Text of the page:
Of the Pecocke. chap. 31.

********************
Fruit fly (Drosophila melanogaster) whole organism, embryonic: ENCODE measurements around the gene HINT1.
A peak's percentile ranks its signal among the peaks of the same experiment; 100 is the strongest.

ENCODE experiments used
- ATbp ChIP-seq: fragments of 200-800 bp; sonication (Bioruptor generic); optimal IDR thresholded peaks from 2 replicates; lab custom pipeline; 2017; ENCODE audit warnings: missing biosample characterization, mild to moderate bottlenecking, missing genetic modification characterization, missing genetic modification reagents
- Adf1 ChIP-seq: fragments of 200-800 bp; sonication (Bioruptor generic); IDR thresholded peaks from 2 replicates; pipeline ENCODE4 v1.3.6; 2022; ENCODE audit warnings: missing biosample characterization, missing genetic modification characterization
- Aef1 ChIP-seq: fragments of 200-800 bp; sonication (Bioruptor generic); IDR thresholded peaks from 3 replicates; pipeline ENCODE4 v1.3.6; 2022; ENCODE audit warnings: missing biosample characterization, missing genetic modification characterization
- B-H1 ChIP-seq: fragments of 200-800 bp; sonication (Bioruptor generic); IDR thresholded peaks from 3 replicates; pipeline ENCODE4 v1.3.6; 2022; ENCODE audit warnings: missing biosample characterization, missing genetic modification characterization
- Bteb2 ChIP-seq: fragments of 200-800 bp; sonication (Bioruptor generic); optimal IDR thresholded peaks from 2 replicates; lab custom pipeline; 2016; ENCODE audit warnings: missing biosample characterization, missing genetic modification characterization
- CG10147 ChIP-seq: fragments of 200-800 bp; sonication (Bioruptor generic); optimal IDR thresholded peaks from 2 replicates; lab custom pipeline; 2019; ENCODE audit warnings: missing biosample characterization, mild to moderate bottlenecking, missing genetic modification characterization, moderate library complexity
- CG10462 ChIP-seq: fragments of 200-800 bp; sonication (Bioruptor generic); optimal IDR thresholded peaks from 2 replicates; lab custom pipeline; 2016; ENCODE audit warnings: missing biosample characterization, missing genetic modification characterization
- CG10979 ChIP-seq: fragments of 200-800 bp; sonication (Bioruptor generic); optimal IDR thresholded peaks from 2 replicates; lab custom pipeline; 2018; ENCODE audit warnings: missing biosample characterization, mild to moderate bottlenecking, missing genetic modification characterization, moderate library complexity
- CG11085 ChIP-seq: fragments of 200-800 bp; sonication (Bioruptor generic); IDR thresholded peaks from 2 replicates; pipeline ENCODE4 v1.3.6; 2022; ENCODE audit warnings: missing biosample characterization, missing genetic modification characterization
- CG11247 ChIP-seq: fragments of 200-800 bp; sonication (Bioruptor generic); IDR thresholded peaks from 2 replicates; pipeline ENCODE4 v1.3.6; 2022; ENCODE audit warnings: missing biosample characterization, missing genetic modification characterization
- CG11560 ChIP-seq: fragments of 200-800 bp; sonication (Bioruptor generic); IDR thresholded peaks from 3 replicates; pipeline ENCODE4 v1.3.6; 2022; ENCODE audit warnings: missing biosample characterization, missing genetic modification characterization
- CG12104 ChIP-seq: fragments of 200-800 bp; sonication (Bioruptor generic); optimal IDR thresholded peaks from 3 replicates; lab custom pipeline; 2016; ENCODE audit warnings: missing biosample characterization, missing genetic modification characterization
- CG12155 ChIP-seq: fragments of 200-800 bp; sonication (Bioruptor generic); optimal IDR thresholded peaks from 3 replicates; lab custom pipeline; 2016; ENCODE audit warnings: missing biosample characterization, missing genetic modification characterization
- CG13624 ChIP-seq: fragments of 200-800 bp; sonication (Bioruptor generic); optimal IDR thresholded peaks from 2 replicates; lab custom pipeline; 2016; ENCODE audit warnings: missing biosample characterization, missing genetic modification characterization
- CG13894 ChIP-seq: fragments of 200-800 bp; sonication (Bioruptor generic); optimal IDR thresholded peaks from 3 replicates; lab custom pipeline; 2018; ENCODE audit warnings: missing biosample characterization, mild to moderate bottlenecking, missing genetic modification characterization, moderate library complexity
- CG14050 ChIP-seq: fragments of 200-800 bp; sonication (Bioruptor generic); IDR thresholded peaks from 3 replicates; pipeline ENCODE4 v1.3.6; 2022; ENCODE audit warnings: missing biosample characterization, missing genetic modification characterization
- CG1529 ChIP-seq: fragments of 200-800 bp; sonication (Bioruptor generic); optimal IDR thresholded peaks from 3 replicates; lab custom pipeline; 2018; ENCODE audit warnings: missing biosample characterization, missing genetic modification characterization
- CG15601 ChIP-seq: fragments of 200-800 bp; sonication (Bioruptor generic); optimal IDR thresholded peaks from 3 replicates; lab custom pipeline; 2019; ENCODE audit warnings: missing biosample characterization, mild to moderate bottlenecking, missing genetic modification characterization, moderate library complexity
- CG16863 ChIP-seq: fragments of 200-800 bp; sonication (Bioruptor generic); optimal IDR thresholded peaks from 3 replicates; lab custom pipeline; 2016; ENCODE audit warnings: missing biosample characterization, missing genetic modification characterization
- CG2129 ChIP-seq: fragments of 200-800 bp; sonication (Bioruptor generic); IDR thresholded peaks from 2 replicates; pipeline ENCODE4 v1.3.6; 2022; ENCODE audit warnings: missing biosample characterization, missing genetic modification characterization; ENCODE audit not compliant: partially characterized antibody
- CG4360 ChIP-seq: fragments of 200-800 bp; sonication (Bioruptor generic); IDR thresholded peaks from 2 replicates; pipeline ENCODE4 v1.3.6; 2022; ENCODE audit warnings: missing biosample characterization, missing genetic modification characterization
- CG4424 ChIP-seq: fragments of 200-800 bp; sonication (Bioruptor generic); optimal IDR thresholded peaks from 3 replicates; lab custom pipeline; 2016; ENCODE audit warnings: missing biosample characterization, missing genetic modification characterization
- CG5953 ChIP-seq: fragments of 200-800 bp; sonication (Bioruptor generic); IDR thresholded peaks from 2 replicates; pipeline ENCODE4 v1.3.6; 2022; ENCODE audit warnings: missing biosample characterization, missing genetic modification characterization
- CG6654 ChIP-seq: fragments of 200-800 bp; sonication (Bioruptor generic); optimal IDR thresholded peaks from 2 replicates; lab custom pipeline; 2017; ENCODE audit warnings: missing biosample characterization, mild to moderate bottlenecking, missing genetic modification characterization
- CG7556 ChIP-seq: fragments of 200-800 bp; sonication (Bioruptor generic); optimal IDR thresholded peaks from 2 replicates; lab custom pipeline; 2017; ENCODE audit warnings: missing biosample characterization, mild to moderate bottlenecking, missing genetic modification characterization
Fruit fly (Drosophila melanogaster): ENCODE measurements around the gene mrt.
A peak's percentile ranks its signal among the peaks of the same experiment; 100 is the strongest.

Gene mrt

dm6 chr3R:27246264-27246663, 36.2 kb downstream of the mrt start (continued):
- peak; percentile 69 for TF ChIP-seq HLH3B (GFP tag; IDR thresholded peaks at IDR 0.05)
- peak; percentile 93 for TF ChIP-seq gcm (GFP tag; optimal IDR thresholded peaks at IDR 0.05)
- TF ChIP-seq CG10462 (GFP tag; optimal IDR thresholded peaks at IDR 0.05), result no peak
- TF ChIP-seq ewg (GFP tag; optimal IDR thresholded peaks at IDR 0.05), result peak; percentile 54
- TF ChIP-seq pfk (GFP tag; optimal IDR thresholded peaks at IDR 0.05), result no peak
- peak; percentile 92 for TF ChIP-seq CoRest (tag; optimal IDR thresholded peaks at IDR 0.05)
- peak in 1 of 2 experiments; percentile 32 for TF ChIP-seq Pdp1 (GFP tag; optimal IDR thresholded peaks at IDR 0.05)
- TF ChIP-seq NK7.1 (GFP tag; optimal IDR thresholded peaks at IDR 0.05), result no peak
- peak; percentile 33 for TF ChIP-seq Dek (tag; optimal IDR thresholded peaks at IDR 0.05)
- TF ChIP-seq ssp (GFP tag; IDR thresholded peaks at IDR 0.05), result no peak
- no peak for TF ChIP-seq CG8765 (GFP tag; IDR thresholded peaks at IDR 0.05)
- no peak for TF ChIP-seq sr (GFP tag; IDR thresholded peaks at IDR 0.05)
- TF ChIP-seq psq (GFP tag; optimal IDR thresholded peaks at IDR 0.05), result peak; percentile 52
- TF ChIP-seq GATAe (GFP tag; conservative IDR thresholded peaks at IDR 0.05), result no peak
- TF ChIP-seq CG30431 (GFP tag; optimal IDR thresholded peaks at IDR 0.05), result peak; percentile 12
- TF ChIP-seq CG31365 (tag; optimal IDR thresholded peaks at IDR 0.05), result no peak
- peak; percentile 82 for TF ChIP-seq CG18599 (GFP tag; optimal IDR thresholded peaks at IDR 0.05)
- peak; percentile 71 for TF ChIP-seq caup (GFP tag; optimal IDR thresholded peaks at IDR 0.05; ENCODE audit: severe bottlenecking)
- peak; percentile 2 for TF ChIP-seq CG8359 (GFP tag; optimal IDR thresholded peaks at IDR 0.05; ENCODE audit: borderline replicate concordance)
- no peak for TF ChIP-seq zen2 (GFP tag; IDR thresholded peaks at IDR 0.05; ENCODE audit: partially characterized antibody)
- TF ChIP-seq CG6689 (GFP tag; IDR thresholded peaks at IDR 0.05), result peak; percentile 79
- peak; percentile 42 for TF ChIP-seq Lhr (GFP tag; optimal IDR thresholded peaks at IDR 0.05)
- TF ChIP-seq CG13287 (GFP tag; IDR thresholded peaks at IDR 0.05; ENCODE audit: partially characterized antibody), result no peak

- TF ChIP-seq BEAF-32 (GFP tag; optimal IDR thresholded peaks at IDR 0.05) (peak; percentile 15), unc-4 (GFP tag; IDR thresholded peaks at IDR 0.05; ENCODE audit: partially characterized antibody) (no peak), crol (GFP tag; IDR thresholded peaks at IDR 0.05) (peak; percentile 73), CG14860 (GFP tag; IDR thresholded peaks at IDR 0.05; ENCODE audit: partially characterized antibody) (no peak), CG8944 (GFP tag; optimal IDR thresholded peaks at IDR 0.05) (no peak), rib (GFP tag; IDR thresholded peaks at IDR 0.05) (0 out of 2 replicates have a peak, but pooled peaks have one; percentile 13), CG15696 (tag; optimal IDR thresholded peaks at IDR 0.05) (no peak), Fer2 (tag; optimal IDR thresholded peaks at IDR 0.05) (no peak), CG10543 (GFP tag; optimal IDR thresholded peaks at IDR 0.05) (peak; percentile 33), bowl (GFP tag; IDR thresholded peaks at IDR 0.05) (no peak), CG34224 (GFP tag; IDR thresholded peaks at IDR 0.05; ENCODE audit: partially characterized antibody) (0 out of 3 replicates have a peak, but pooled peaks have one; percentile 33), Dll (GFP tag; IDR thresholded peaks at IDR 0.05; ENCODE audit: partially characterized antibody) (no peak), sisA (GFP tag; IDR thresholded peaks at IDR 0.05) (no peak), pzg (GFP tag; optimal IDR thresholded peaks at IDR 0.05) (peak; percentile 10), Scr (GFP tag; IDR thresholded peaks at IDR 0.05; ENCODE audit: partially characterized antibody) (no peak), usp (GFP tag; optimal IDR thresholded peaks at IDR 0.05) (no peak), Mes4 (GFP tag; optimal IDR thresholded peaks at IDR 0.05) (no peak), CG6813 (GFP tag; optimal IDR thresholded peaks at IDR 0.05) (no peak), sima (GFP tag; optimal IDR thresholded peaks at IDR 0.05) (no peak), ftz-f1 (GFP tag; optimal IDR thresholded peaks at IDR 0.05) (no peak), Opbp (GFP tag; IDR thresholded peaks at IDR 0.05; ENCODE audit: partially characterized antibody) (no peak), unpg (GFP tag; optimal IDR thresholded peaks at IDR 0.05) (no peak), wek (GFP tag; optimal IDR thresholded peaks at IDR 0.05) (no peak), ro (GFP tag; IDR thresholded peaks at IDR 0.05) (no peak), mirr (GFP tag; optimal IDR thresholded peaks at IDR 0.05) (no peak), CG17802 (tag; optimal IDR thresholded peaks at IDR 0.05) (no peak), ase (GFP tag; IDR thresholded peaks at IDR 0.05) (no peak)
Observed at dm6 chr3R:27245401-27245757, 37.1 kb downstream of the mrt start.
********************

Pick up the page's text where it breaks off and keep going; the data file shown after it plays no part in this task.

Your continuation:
THe Pecocke is called P••e, and hath that name of the sounde of his voice. His flesh is so harde that vnneth it rot∣teth, and is full hard to soothing, as Isi∣dore saith. And Aristotle sayth, that the Pecocke liueth twentie yeare, and hath chickens in the end of three yeeres, & after his wings bee couloured. And the Pe∣hen sitteth abroode thirtye dayes, and a little more: and soone after the shelles be cloue, and hath no chickens but once a yeare, and layeth twelue Egges or few lesse. And the Pecocke leeseth his fethers when the first tree leeseth his leaues, and his fethers grow first when leaues be∣gin to grow on trees, as Aristotle saith. And the Pecock is a bird that loueth not his young: for the male searcheth out the female, and seeketh out her Egges for to breake them, that he may so occupy him the more in his lecherie. And the female dreadeth that, & hideth busily her egges, least the Pecocke might soone find them. And Arist. sayth, that the Pecocke hath an vnstedfast and euill shapen head, as it were the head of a serpent & with a crest. And he hath a simple pace, and small necke, and areared, and a blew breast, and a taile ful of bewty, distinguished on high with wonderful fairenesse: and he hath foulest féet & riueled. And he wondereth of the fairenesse of his fethers, & areareth them vp, as it were a circle about his head, and then he looketh to his féet, and seeth the foulenesse of his feete, and lyke as he wer ashamed, he letteth his fethers fall sodeinlye: and all the taile downe∣ward, as though he tooke no héed of the fairenesse of his fethers: and hath an hor∣rible voice. And as one sayth, he hath a voice of a féend, head of a serpent, pace of théefe. And lib. 29. cap. 6. Plinius sayth, yt the Pecock hath enuie to mans profit, Page [unnumbered] and swalloweth his owne durt: for it is full medicinable, but it is sold found.